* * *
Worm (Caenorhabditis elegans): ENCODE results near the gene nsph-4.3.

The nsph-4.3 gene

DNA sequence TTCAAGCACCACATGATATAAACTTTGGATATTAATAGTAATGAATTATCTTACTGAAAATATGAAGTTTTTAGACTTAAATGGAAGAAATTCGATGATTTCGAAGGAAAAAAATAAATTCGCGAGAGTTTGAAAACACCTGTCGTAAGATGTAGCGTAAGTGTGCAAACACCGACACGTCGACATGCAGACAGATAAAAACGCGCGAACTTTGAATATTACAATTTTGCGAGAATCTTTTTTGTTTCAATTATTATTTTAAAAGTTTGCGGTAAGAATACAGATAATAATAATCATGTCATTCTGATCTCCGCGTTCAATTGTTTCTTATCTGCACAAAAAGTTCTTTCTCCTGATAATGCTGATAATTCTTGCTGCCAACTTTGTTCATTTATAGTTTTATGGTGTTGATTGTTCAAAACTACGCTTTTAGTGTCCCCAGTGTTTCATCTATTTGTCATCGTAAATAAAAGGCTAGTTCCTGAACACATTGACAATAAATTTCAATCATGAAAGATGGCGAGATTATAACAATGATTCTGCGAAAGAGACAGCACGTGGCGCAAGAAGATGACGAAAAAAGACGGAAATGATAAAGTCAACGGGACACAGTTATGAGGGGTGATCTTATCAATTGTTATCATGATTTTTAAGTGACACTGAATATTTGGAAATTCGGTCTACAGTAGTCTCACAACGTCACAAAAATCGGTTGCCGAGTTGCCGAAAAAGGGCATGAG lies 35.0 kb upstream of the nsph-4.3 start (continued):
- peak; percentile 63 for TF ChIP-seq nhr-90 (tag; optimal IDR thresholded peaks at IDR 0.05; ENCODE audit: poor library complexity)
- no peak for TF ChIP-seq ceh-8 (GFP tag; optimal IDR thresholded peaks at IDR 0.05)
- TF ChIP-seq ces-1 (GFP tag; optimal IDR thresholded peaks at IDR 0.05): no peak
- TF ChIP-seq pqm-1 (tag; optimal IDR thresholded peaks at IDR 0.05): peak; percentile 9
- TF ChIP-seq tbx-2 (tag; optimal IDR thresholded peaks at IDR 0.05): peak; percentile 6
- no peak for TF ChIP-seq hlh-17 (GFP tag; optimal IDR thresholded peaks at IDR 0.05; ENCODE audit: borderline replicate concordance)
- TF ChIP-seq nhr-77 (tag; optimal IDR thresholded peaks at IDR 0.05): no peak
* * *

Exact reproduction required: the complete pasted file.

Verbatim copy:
Worm (Caenorhabditis elegans): ENCODE results near the gene nsph-4.3.

The nsph-4.3 gene

DNA sequence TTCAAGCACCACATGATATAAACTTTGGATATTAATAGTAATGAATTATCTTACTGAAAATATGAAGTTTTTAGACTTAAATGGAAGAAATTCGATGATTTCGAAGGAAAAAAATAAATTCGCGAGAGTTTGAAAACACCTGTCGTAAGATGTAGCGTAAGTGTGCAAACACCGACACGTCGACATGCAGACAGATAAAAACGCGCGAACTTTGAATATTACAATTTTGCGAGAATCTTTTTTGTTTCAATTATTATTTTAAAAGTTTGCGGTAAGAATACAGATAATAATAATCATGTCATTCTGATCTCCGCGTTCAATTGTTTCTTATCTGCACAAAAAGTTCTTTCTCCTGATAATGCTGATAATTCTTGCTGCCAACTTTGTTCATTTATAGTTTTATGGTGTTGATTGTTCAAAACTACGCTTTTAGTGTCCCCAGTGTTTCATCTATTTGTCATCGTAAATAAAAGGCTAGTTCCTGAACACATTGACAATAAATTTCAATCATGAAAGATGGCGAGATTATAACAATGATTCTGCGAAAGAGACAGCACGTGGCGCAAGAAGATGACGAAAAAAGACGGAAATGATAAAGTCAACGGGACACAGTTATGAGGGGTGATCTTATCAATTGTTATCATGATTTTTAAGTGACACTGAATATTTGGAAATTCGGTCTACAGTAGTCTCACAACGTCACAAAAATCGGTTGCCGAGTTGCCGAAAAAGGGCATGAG lies 35.0 kb upstream of the nsph-4.3 start (continued):
- peak; percentile 63 for TF ChIP-seq nhr-90 (tag; optimal IDR thresholded peaks at IDR 0.05; ENCODE audit: poor library complexity)
- no peak for TF ChIP-seq ceh-8 (GFP tag; optimal IDR thresholded peaks at IDR 0.05)
- TF ChIP-seq ces-1 (GFP tag; optimal IDR thresholded peaks at IDR 0.05): no peak
- TF ChIP-seq pqm-1 (tag; optimal IDR thresholded peaks at IDR 0.05): peak; percentile 9
- TF ChIP-seq tbx-2 (tag; optimal IDR thresholded peaks at IDR 0.05): peak; percentile 6
- no peak for TF ChIP-seq hlh-17 (GFP tag; optimal IDR thresholded peaks at IDR 0.05; ENCODE audit: borderline replicate concordance)
- TF ChIP-seq nhr-77 (tag; optimal IDR thresholded peaks at IDR 0.05): no peak